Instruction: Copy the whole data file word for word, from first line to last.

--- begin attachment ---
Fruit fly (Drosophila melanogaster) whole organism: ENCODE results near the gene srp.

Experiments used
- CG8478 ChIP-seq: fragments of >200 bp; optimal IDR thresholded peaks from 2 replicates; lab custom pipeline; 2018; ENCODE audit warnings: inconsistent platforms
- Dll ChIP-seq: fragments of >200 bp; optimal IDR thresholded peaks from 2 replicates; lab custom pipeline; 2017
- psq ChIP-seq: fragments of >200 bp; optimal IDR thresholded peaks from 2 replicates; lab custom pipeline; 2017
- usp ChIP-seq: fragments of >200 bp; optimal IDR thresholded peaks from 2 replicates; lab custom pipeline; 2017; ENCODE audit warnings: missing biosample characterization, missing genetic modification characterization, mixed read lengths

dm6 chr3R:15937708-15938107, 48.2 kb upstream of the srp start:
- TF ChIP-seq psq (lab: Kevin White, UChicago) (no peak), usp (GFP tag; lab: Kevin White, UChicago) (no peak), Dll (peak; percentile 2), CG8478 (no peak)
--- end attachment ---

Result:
Fruit fly (Drosophila melanogaster) whole organism: ENCODE results near the gene srp.

Experiments used
- CG8478 ChIP-seq: fragments of >200 bp; optimal IDR thresholded peaks from 2 replicates; lab custom pipeline; 2018; ENCODE audit warnings: inconsistent platforms
- Dll ChIP-seq: fragments of >200 bp; optimal IDR thresholded peaks from 2 replicates; lab custom pipeline; 2017
- psq ChIP-seq: fragments of >200 bp; optimal IDR thresholded peaks from 2 replicates; lab custom pipeline; 2017
- usp ChIP-seq: fragments of >200 bp; optimal IDR thresholded peaks from 2 replicates; lab custom pipeline; 2017; ENCODE audit warnings: missing biosample characterization, missing genetic modification characterization, mixed read lengths

dm6 chr3R:15937708-15938107, 48.2 kb upstream of the srp start:
- TF ChIP-seq psq (lab: Kevin White, UChicago) (no peak), usp (GFP tag; lab: Kevin White, UChicago) (no peak), Dll (peak; percentile 2), CG8478 (no peak)